How One Man Escaped Prison By Mailing Himself Out

When New Brunswick, Canada Mounties captured escaped killer Richard Lee McNair in October 2007, he told them they would be on the news that night and that they had "captured a big fish," as reported by CBC News. One of the officers, Stephane Gagnon, had been on the job for just six weeks, while McNair was an accomplished escape artist who had managed to elude the authorities three times over the course of his criminal career. Each escape utilized increasingly creative methods, and the third time was particularly ingenious — McNair actually mailed himself out of the United States Pollock Penitentiary in Pollock, Louisiana.

According to The Infographics Show, McNair was working as a sergeant at the Minot Air Force Base in North Dakota in 1987 when he decided to break into and rob a grain storage facility. The robbery went wrong, and McNair shot two men, killing one and injuring the other. When he was brought in for questioning, he was able to escape from his handcuffs with the help of some lip balm he had stashed in his pocket. McNair somehow got out of both the holding room and the police station and led authorities on a chase that ended with him jumping out of a third-floor window into a tree, from which he fell. He was then captured, arrested, and sent to Minot's Ward County Jail where guards foiled another escape attempt after discovering that McNair had been chiseling away cinderblocks in his cell. 

Escape via shrinkwrap

Richard McNair was sentenced to 30 years for the robbery and given two life sentences for murder and attempted murder. In 1992, he and two other prisoners escaped from the North Dakota State Penitentiary by climbing through a ventilation duct. The other two men were apprehended within hours, but per The Infographics Show, McNair dyed his hair and roamed around the United States for 10 months using stolen vehicles for transportation. He was eventually apprehended in Grand Island, Nebraska, and transferred to the Minnesota Correctional Facility in Oak Park — a Level 5 maximum-security prison that had never had an escapee. McNair later participated in a sit-down inmate protest that got him transferred to Denver, Colorado's Florence High Penitentiary.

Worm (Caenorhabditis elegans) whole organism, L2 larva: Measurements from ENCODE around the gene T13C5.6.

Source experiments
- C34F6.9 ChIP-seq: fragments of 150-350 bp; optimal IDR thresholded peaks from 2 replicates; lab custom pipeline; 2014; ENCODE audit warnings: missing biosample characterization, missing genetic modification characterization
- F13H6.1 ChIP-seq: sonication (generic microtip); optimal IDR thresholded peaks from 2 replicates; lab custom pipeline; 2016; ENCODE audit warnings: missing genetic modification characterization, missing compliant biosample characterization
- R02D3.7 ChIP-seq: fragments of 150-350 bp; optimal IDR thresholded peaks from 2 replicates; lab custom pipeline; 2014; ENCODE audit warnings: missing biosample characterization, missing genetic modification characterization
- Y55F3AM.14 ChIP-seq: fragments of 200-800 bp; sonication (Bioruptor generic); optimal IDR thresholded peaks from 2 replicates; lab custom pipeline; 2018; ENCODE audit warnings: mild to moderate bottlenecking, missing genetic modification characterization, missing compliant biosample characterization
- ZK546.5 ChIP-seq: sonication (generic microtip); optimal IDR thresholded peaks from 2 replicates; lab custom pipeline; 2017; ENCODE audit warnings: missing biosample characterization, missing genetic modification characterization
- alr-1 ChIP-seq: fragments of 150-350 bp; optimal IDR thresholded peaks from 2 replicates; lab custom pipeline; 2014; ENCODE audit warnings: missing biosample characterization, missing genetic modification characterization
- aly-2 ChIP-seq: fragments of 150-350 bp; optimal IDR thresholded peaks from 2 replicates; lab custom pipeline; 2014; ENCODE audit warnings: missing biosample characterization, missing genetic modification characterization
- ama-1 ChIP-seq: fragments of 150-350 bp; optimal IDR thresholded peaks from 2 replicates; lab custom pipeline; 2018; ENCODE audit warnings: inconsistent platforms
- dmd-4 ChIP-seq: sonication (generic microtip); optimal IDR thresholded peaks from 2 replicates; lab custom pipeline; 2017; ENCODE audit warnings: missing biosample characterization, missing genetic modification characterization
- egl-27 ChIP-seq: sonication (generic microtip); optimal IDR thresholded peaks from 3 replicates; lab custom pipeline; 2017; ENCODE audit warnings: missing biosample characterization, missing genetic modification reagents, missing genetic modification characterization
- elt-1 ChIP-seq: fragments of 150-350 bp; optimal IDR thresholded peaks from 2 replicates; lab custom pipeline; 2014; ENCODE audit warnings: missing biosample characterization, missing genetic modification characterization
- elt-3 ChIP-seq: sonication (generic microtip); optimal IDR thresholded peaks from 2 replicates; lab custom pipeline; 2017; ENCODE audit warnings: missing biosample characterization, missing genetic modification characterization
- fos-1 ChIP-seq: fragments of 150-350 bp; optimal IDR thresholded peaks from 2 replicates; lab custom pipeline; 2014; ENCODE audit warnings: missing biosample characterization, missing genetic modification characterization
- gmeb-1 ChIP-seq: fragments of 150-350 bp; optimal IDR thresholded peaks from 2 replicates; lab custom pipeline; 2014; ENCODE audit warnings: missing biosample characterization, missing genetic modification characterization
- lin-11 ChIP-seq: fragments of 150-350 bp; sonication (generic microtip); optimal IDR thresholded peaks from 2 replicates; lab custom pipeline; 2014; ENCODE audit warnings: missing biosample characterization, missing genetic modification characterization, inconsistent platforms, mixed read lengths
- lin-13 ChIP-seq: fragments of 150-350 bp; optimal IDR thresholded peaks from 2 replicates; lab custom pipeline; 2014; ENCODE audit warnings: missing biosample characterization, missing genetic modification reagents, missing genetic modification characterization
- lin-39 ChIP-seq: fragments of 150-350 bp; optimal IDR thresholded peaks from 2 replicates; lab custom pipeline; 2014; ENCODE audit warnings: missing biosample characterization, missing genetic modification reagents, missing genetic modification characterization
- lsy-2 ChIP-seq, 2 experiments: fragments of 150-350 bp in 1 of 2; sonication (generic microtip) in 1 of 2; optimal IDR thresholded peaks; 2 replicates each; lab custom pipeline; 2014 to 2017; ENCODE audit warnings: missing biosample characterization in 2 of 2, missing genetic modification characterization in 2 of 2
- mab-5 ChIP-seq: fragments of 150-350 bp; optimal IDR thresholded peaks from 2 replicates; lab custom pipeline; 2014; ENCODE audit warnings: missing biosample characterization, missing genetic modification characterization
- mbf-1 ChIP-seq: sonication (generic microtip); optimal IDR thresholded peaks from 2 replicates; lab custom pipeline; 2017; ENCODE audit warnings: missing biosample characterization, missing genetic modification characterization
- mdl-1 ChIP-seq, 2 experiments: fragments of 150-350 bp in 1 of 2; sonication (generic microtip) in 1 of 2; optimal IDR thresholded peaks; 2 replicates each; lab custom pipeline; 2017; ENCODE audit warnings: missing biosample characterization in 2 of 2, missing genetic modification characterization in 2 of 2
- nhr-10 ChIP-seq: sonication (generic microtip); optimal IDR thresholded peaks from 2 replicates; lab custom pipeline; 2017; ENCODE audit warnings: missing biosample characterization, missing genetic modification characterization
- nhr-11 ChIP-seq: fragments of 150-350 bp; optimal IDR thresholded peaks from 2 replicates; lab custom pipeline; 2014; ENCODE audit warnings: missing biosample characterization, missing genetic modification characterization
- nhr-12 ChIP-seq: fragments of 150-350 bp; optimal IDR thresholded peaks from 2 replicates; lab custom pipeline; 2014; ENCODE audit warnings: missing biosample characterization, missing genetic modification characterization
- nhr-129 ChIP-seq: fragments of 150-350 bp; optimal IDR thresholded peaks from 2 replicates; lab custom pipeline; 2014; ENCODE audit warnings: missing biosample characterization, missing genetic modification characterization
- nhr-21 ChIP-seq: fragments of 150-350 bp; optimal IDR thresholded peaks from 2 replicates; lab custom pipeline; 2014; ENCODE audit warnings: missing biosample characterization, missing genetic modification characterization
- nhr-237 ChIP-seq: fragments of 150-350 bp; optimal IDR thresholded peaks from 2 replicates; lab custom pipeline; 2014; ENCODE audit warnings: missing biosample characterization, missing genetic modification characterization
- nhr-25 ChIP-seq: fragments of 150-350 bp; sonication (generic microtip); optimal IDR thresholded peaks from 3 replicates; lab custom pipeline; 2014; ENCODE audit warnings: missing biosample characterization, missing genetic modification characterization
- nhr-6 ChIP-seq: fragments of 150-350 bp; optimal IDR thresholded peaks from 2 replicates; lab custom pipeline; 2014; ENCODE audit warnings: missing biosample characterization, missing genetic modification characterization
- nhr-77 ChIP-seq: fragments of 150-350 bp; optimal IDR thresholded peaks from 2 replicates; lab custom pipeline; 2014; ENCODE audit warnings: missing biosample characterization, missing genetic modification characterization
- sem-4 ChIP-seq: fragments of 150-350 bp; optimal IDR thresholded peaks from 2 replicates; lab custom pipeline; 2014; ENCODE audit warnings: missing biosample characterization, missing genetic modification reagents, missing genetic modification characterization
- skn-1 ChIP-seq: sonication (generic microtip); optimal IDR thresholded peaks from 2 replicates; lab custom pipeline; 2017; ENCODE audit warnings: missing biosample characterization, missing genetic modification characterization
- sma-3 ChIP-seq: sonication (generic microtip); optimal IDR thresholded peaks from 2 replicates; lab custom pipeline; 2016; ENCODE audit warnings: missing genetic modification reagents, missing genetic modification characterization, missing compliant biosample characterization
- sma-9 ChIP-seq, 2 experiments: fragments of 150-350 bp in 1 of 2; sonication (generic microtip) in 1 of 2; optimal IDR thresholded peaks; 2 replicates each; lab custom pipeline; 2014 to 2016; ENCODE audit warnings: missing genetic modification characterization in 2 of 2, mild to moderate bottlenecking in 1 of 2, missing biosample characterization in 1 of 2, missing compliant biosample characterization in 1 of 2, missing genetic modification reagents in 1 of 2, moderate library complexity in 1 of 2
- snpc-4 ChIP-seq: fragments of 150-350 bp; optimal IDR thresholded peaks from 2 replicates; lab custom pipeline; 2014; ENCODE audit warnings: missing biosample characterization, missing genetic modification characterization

Eventually, using his apparent charm, McNair convinced authorities to transfer him to a high-security prison — the United States Penitentiary in Pollock, Louisiana — where he got a job fixing torn mailbags. On April 5, 2006, he hid inside a pallet of shrink-wrapped mail bags after poking a small hole in the plastic and inserting a small straw that he could breathe through. The pallet was shipped to a storage facility where McNair waited until the workers went to lunch. When the coast was clear, McNair broke out of the plastic wrap and took off running. Not long after, he was actually stopped by a police officer as he ran by a squad car. When asked for his identification, McNair introduced himself as Robert Jones, said he had none, and claimed he was staying at a local hotel and out for a jog.

McNair taunted law enforcement

As reported by The Infographics Show, the police officer who encountered Richard McNair radioed the station to ask for more information on the escapee's appearance. And when he received word that McNair looked pretty much exactly like "Robert Jones," he informed "Jones" that he matched the description of the escapee. The actual escapee reportedly replied, "Well that sucks." Amazingly, he accidentally re-introduced himself as "Jimmy Jones," but the officer still apologized for bothering him during his run and let him go, reportedly saying, "Be careful, buddy."

Per NBC News, federal marshals placed McNair on a list of the United States' 15 most wanted criminals and offered $25,000 for his capture. While on the loose, he brazenly used the name of a warden from the North Dakota prison he'd first escaped on an application for a cell phone. The warden, Tim Schuetzle (above), told NBC News that during his escape from the North Dakota penitentiary, McNair sent him a Christmas card and notes to other prison officials. Schuetzle said of McNair: "I think he's a psychopath who likes to think he's smarter than police and corrections people — maybe that's why he used my name." 

When McNair was finally captured on October 24, 2007, he was living in a stolen van. According to CBC News, he was reportedly "personable and friendly with the police officers" after his capture. Per Inspector Ronald Wells, "He thanked me for having such professional guys."